The heirs of the SC Johnson fortune, the richest family in Wisconsin with four multi-billionaires according to Forbes, paid not a penny of Wisconsin corporate income tax on profits from their global household products business and two smaller companies from 2000 through 2008, public records show.
"How did the Johnson companies pull in such profits without having a penny of Wisconsin taxable income?" asked Jack Norman, research director for the Institute for Wisconsin's Future in the August issue of its Who Does Not Pay Taxes? newsletter [SC Johnson and Sister Firms Pay No State Income Tax; State’s Wealthiest Family Is a Master of Corporate Tax Avoidance].
Now thanks to a 15-page document prepared in April 2008 by PricewaterhouseCoopers we have an answer -- at least for the family's main holding, SC Johnson & Son, Inc, makers of world famous household products ranging from Raid bug spray to Ziploc bags.
Reuters received the document unsolicited. Besides making suggestions for the future, it describes how the company avoided taxes in the past.
The conclusion? That Wisconsin taxable profits could well have been converted into tax-deductible expenses by paying royalties and interest to family-owned subsidiaries in low-tax and no-tax jurisdictions.
The state tax court held in 2009 that such accounting alchemy was improper when done by Hormel Food Corporation because the transactions had no purpose except to make state taxes go away. [Hormel Foods Corp. v. Wisconsin Dep't of Rev., No. 07-I-17 (Mar. 29, 2010)]
The question the PwC document raises is whether the Johnsons will be held to the same standard by the Wisconsin tax authorities as Hormel Food. Why must ordinary Wisconsin businesses and individuals bear the burden of state government while the richest family in the state runs tax-free enterprises? ...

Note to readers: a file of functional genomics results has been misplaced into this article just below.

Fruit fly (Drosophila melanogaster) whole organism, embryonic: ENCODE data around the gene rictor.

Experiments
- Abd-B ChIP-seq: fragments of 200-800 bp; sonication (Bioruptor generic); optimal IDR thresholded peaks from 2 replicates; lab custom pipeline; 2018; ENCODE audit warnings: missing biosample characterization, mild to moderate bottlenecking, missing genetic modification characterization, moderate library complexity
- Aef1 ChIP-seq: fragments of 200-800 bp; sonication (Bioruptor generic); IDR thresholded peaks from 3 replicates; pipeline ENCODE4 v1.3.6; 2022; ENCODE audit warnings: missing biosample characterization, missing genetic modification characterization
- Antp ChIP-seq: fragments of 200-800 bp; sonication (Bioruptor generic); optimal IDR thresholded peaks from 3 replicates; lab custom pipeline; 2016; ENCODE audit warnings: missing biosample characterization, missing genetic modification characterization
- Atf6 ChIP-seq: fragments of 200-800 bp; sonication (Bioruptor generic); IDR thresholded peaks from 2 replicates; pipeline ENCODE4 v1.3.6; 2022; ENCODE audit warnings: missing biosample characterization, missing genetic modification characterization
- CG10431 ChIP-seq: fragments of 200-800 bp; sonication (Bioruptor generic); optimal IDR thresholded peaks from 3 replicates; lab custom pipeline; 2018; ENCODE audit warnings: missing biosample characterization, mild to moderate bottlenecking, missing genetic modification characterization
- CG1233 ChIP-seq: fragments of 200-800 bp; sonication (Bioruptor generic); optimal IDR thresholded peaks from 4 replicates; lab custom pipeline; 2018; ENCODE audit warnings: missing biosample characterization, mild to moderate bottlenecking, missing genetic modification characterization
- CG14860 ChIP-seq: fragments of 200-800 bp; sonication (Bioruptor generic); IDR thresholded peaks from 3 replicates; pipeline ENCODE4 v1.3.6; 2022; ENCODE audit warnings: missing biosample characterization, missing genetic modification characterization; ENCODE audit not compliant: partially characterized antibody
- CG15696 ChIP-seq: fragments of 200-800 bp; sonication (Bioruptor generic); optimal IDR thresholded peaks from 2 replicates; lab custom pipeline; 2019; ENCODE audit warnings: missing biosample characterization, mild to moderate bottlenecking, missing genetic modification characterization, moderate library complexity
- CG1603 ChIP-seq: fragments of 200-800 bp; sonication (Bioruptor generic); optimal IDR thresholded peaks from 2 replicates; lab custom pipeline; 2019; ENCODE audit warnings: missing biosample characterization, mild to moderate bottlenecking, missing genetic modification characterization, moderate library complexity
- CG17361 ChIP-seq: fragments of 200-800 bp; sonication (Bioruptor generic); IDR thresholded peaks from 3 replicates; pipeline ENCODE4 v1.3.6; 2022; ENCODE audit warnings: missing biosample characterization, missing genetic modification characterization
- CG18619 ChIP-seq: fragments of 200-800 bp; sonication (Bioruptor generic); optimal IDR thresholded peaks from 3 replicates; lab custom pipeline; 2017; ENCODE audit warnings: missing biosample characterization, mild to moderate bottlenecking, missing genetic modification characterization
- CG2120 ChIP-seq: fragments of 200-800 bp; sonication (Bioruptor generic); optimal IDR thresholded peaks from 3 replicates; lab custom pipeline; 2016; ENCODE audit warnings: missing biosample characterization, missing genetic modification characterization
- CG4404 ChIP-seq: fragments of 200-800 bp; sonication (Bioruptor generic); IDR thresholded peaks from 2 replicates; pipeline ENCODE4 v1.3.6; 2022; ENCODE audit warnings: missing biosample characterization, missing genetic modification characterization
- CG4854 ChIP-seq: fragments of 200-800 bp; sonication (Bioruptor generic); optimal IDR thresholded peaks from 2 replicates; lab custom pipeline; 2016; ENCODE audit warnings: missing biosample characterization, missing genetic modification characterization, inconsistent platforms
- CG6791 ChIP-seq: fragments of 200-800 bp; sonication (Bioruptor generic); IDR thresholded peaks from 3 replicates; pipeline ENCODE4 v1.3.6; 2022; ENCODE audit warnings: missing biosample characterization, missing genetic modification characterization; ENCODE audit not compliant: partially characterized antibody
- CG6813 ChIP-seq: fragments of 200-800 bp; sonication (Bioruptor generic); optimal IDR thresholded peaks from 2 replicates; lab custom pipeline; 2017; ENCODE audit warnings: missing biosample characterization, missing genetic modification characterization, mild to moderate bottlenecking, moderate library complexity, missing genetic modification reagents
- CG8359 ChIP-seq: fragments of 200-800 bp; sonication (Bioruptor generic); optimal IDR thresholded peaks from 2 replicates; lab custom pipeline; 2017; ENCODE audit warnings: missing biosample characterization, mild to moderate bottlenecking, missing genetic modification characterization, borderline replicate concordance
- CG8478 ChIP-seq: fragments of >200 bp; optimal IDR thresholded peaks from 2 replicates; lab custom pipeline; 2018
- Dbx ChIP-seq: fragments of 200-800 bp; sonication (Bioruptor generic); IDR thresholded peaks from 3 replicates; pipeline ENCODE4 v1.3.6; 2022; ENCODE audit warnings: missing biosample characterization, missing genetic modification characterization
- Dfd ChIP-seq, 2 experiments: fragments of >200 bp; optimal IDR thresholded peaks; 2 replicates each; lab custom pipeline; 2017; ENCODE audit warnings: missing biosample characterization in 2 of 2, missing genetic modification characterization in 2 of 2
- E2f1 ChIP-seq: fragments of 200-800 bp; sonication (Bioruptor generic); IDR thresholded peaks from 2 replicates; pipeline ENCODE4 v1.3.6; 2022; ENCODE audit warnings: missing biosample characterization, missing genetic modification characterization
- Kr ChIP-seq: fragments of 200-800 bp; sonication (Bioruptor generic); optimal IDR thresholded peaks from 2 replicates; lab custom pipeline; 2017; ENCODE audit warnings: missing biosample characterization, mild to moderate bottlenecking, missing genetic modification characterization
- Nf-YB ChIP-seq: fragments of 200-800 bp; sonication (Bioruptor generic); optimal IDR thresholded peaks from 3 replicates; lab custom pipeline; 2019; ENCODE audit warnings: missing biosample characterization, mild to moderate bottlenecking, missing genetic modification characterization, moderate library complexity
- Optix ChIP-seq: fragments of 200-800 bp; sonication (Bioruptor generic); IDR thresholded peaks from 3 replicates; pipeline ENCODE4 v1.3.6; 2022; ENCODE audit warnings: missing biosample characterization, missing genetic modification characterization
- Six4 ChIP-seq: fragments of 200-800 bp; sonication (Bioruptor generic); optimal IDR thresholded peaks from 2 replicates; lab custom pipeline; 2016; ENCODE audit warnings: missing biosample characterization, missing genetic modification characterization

The PwC document offers powerful evidence that tax avoidance, not economic substance, enabled the main family business to escape Wisconsin state taxes. Without economic substance, companies can just move symbols around on paper and manufacture unlimited tax deductions.
Entitled "State and Local Tax Observations and Considerations," the document shows how the Johnson family escaped all Wisconsin corporate income tax on its SC Johnson & Son, Inc business and shows how to shield future profits from tax. ...
All of this is significant in the context of what the Wisconsin Tax Appeals Commission held in Hormel Foods: "Reducing taxes is a perfectly legitimate business goal so long as it is not the primary purpose for a transaction. In this case, the evidence shows that Hormel's other alleged purposes for engaging in the challenged transactions were a mere 'fig leaf' covering its real purpose, which was tax avoidance."
So, will SC Johnson be held to the same standard as Hormel and, at a minimum, face a thorough audit by the state and the IRS? Or will the richest family in Wisconsin get favored treatment while everyone else bears the burden of state government?